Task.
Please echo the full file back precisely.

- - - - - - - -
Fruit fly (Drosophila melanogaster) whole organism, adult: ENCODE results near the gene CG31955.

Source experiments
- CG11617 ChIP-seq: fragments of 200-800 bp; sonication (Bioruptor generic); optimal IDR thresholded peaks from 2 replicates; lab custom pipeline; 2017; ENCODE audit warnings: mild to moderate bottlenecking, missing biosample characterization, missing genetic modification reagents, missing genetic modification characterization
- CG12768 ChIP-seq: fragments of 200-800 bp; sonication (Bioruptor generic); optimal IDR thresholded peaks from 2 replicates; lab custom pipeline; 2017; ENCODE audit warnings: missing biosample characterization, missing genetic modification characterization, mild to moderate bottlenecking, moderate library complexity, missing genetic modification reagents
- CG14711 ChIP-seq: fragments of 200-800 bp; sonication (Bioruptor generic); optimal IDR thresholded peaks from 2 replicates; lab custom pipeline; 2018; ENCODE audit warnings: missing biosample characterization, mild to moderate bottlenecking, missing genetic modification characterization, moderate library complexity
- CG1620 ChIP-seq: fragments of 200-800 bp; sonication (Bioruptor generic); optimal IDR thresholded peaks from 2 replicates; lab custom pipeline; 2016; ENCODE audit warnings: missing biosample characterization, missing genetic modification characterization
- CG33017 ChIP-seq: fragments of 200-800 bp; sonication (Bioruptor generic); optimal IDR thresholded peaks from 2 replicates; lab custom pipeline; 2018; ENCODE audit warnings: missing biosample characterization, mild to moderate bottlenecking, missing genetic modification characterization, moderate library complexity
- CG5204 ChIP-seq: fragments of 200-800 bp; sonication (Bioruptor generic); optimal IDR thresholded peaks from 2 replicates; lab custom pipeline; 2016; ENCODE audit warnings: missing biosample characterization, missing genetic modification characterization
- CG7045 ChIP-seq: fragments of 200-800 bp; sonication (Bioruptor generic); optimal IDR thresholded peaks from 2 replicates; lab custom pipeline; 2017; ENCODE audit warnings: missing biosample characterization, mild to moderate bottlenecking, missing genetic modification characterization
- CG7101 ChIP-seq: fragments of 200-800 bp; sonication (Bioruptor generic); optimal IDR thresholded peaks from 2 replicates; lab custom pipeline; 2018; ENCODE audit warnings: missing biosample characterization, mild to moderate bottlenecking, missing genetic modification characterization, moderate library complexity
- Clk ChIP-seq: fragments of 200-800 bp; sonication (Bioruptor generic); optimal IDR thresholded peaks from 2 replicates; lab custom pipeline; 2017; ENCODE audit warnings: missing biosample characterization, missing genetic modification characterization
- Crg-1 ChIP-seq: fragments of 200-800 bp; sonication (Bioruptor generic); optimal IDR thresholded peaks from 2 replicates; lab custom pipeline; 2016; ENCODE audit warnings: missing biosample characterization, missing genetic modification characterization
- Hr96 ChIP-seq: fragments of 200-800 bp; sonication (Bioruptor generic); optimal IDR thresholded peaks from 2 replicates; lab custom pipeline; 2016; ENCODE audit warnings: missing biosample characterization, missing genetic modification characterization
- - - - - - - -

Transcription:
Fruit fly (Drosophila melanogaster) whole organism, adult: ENCODE results near the gene CG31955.

Source experiments
- CG11617 ChIP-seq: fragments of 200-800 bp; sonication (Bioruptor generic); optimal IDR thresholded peaks from 2 replicates; lab custom pipeline; 2017; ENCODE audit warnings: mild to moderate bottlenecking, missing biosample characterization, missing genetic modification reagents, missing genetic modification characterization
- CG12768 ChIP-seq: fragments of 200-800 bp; sonication (Bioruptor generic); optimal IDR thresholded peaks from 2 replicates; lab custom pipeline; 2017; ENCODE audit warnings: missing biosample characterization, missing genetic modification characterization, mild to moderate bottlenecking, moderate library complexity, missing genetic modification reagents
- CG14711 ChIP-seq: fragments of 200-800 bp; sonication (Bioruptor generic); optimal IDR thresholded peaks from 2 replicates; lab custom pipeline; 2018; ENCODE audit warnings: missing biosample characterization, mild to moderate bottlenecking, missing genetic modification characterization, moderate library complexity
- CG1620 ChIP-seq: fragments of 200-800 bp; sonication (Bioruptor generic); optimal IDR thresholded peaks from 2 replicates; lab custom pipeline; 2016; ENCODE audit warnings: missing biosample characterization, missing genetic modification characterization
- CG33017 ChIP-seq: fragments of 200-800 bp; sonication (Bioruptor generic); optimal IDR thresholded peaks from 2 replicates; lab custom pipeline; 2018; ENCODE audit warnings: missing biosample characterization, mild to moderate bottlenecking, missing genetic modification characterization, moderate library complexity
- CG5204 ChIP-seq: fragments of 200-800 bp; sonication (Bioruptor generic); optimal IDR thresholded peaks from 2 replicates; lab custom pipeline; 2016; ENCODE audit warnings: missing biosample characterization, missing genetic modification characterization
- CG7045 ChIP-seq: fragments of 200-800 bp; sonication (Bioruptor generic); optimal IDR thresholded peaks from 2 replicates; lab custom pipeline; 2017; ENCODE audit warnings: missing biosample characterization, mild to moderate bottlenecking, missing genetic modification characterization
- CG7101 ChIP-seq: fragments of 200-800 bp; sonication (Bioruptor generic); optimal IDR thresholded peaks from 2 replicates; lab custom pipeline; 2018; ENCODE audit warnings: missing biosample characterization, mild to moderate bottlenecking, missing genetic modification characterization, moderate library complexity
- Clk ChIP-seq: fragments of 200-800 bp; sonication (Bioruptor generic); optimal IDR thresholded peaks from 2 replicates; lab custom pipeline; 2017; ENCODE audit warnings: missing biosample characterization, missing genetic modification characterization
- Crg-1 ChIP-seq: fragments of 200-800 bp; sonication (Bioruptor generic); optimal IDR thresholded peaks from 2 replicates; lab custom pipeline; 2016; ENCODE audit warnings: missing biosample characterization, missing genetic modification characterization
- Hr96 ChIP-seq: fragments of 200-800 bp; sonication (Bioruptor generic); optimal IDR thresholded peaks from 2 replicates; lab custom pipeline; 2016; ENCODE audit warnings: missing biosample characterization, missing genetic modification characterization